Thursday, January 31, 2008

In the Dark

Happily, I finally discovered digital photography. But it was a long time coming.

For many years, I wallowed in fumes developing films and papers in a series of home and professional darkrooms, burning shoes, ruining shirts and pants, destroying linoleum floors, up to my elbows in foul odors and fouler chemicals.

My first darkroom was of the home variety, and the enlarger was so bad it was beyond belief. The edges of the prints were fuzzy and underexposed, and the centers were overexposed. I was thrilled when I sold it years later at a yard sale.

My next enlarger was a Besseler 23C, a very fine and sturdy enlarger that I used until my home darkroom days were over.

The first photo lab I worked in was back in New Britain, Conn. And that black & white darkroom was a doozie. The enlarger was a top-of-the-line Besseler with an Ilford filter head that could enlarge to 16x20+. You old-time photo buffs out there will know what I mean.

The cool part was that there was only one tray for processing, instead of three. You developed the paper in the tray, then tossed the print into this ancient rectangular metal contraption called a rocker. It stood about waist-high, and had five metal mesh trays - two stop baths, two fix baths, and a final tray of water.

The rocker was about 10 feet long and 3 feet wide. It ran on chain, with cogs, and had a timer. It would rock back and forth like a cradle to slosh the chemicals around, clicking all the time like a demented alarm clock. Every 3 minutes the trays would start to dump. It would dump one tray at a time seqentially, moving the processing photo paper down the line from left to right till everything wound up in the water bath. It really was a wonder.

I left the ancient rocker behind to move to California, and the first lab I worked in was in the San Fernando Valley, run by some pot-smoking brothers. Both of them were too lazy to do the processing, so that was my job. After spilling a gallon of developer on myself when one of them stumbled into me in the darkroom, and semi-frying my clothes, I moved on.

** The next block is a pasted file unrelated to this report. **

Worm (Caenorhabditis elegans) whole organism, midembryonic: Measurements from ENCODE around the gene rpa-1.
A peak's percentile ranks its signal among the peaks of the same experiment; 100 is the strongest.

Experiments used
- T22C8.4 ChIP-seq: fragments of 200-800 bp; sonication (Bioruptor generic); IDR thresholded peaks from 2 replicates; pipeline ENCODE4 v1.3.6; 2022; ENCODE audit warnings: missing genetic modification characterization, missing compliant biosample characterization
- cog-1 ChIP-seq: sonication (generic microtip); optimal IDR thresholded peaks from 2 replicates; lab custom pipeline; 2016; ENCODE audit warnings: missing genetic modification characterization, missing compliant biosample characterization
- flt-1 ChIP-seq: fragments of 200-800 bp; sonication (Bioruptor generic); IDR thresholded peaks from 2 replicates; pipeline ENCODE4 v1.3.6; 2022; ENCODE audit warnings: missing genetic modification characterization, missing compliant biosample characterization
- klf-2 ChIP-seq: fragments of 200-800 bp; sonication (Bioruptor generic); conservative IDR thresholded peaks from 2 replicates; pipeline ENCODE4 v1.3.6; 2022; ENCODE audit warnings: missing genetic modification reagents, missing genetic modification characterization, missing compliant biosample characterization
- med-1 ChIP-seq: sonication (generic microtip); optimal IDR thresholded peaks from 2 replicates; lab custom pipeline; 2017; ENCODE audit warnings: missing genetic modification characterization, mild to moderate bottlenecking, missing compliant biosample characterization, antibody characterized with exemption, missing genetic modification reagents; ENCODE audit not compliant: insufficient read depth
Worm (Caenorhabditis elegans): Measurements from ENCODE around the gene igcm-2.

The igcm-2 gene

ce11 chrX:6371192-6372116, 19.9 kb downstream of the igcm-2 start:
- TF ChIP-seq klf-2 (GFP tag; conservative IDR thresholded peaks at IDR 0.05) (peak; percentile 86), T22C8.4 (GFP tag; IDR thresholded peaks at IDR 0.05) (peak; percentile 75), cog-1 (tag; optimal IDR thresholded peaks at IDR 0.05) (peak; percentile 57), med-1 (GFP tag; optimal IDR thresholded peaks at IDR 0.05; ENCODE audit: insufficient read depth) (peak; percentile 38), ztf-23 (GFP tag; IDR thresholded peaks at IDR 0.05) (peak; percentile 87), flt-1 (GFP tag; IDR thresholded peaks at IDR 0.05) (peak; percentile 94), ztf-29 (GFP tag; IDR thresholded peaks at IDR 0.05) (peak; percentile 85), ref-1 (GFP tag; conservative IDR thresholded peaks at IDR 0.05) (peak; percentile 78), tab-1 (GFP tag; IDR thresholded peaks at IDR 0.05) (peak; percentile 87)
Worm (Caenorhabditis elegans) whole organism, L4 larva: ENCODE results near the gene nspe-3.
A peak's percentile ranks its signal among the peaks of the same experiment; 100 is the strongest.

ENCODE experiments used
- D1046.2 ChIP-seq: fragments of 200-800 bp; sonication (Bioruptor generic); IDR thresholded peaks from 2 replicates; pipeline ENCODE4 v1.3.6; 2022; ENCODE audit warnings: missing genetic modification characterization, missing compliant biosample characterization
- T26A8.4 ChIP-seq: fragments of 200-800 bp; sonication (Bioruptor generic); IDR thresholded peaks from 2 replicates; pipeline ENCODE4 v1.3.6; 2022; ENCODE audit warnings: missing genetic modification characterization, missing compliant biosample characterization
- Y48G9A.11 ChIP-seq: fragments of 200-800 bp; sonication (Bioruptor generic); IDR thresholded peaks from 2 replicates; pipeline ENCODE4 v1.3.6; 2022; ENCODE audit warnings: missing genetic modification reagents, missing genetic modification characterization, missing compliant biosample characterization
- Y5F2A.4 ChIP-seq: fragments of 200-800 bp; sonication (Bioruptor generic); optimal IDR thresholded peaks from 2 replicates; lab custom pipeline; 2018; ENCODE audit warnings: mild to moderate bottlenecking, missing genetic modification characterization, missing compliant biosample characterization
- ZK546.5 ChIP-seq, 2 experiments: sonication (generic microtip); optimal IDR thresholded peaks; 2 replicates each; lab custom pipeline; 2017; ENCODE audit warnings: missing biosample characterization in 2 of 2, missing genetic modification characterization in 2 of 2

One of the nicest darkrooms I ever worked in was a darkroom created by a Beverly Hills photographer. It was state-of-the-art. Everything had been thought of, right down to exhaust fans, heat, and air conditioning. That was top of the line all the way around.

Alas, she retired. After working for a few more labs, the last of which was abandoned by its owners one night when they fled to Mexico, the California Department of (un)Employment thought I really should be a secretary instead of a master darkroom printer.

One last fitful excursion into the darkroom game had me locked in my pantry, inhaling stinking fumes and swearing, "Never again!"

And that's when I capitulated, and got my first damn digital camera.

Just before I moved up here, I decided I would give away my faithful Besseler 23C enlarger. Incredibly, an Asian student at UCLA went completely apeshit over it, oohing and aahing over it like it was a lost work of art. Hell, maybe it is.

So with it, he got all of my trays, film developing cans, and any other stray piece of darkroom equipment I could dredge up. He was practically delerious when he left.

Now instead of headaches from chemical fumes, I get headaches from Photoshop. The pain's the same, but photography is now a hell of a lot neater, and easier on the clothes.

Click here to see Elleda's photography at the Astoria Photografpix web site

1 comment:

nootka said...

Let there be light!